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The Wind Engineering Research Center at Texas Tech University in Lubbock, Texas, tested 6-inch insulating concrete walls and several other wall systems to determine their resistance to flying debris during a tornado or hurricane. The tests were performed using a compressed air cannon to propel a 15-pound 2x4 wood stud (missile) at over 100 miles an hour at the test walls. (It should be noted that the standard tests for building materials used in hurricane regions is a nine (9) pound object traveling at only 34mph!)
The 6-inch insulating concrete wall performed with flying colors while the wood frame and steel frame walls failed miserably, even when covered with brick veneer.
|Wall Type||Test Wall Specs||Debris Speed||Results|
|ICF||The 4' x 4'6" insulating concrete wall test panel was filled with 3000 psi concrete and a #4 rebar at 24" o.c. vertically and #4 rebar at top and bottom horizontally. A 1/4" thick EIFS stucco was applied directly to the wall.||15lb wood stud fired at 103.8 mph||The wood stud broke and splinted into pieces after penetrating the foam but did no observable damage to the concrete in the insulating concrete wall.|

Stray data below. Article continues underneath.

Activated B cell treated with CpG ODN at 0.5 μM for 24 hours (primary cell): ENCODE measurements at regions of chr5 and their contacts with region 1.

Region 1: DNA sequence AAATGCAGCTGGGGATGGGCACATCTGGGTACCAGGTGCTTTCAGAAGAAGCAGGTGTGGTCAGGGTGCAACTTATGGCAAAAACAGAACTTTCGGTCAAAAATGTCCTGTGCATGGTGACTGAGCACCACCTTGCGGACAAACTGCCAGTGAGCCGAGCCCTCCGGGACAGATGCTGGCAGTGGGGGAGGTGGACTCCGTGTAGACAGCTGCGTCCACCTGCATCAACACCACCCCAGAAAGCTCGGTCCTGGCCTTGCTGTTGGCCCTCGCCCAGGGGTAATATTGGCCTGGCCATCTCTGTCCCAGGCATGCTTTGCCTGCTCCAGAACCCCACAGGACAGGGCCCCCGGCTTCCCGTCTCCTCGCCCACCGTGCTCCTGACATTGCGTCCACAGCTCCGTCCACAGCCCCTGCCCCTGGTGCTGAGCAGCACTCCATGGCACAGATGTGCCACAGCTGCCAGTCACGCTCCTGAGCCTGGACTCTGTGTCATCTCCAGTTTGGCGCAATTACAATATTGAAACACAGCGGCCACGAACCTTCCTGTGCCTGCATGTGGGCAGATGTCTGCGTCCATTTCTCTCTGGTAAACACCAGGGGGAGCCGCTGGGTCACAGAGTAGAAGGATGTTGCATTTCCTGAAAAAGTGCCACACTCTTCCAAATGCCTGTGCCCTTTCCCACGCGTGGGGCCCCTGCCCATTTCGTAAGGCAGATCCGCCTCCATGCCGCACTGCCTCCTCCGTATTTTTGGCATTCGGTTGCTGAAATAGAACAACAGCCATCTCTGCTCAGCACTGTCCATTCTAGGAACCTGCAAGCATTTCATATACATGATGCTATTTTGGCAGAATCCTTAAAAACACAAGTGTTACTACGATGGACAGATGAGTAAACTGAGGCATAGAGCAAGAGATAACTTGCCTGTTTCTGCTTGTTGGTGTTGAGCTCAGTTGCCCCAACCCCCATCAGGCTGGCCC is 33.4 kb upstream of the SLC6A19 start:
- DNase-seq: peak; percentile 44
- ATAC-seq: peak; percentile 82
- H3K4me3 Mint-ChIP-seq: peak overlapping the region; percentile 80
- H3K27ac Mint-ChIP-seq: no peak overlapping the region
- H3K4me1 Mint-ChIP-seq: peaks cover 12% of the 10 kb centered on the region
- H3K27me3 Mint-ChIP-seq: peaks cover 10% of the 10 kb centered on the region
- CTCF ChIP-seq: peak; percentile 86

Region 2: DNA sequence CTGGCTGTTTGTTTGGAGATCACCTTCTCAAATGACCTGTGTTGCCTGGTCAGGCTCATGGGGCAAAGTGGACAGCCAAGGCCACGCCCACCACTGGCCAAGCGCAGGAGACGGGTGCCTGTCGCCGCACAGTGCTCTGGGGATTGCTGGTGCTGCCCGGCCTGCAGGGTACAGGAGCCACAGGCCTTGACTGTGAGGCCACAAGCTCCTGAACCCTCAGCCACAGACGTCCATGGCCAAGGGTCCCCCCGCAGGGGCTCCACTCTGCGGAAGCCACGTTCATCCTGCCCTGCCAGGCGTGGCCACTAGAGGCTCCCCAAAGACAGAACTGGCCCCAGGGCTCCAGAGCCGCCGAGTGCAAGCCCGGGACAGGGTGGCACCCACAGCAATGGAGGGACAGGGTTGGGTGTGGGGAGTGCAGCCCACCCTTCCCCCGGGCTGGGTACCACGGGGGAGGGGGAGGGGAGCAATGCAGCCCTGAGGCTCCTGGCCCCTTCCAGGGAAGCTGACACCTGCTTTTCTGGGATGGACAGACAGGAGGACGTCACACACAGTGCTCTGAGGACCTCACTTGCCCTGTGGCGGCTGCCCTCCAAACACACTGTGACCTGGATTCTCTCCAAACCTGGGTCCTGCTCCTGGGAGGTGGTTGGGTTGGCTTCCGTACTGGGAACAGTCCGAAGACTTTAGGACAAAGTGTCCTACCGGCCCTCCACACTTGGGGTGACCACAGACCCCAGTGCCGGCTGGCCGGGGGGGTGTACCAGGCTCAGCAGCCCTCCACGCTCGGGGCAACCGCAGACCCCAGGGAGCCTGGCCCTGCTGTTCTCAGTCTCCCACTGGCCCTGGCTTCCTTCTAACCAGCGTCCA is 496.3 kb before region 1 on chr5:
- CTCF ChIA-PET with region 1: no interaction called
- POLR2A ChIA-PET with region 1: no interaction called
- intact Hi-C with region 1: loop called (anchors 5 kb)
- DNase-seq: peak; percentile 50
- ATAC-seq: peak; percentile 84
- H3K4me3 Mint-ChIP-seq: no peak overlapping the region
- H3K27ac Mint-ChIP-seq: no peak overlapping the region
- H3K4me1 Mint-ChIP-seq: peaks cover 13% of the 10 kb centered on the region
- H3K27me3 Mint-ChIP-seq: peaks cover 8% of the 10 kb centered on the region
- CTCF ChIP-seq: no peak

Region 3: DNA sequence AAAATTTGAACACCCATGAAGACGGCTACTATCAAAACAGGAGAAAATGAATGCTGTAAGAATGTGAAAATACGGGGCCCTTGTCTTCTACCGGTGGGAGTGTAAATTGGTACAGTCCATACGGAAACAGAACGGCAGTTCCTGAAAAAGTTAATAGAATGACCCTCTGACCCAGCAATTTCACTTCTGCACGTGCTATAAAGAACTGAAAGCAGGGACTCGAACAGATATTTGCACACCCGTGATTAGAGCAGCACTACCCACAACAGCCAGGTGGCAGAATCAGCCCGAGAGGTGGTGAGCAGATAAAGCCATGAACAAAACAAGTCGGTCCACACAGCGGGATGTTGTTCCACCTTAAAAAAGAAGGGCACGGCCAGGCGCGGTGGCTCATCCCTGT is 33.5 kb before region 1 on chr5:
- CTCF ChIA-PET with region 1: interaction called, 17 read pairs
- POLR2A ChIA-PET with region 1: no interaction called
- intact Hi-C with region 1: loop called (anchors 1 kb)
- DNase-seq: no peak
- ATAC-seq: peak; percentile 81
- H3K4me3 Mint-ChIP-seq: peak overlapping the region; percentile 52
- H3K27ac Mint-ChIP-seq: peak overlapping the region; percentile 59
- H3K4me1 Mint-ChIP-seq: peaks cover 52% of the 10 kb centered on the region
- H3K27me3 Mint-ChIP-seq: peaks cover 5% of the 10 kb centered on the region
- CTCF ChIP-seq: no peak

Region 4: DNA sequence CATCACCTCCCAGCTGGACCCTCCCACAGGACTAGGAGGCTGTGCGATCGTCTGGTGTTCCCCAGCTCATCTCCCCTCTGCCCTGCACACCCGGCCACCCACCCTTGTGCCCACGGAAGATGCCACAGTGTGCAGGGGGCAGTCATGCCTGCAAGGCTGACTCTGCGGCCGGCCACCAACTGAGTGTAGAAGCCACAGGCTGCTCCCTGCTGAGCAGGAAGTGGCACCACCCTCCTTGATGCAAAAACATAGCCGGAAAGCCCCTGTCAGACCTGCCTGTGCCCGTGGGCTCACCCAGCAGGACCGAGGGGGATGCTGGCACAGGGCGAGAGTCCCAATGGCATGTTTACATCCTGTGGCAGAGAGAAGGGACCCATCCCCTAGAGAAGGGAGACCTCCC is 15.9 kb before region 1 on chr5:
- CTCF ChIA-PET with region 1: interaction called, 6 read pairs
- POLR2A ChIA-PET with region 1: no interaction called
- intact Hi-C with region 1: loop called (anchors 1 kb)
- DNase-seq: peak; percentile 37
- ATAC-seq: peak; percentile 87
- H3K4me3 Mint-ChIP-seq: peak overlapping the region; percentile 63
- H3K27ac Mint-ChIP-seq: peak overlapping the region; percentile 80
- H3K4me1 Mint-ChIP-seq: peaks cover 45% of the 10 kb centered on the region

|Wood||A 2 x 4 wood frame wall with 3/4-inch plywood sheathing and a 4-inch brick veneer was tested by firing a||15lb wood stud fired at 69.4 mph||Even at this slower speed, the wood stud perforated through the entire wall with little damage to the wood stud (missile).|
|Steel||2 x 4 steel frame wall covered with 1-inch of foam insulation and an EIFS stucco system||15lb wood stud fired at 50.9 mph||Went through the wall completely with no damage to the wood stud.|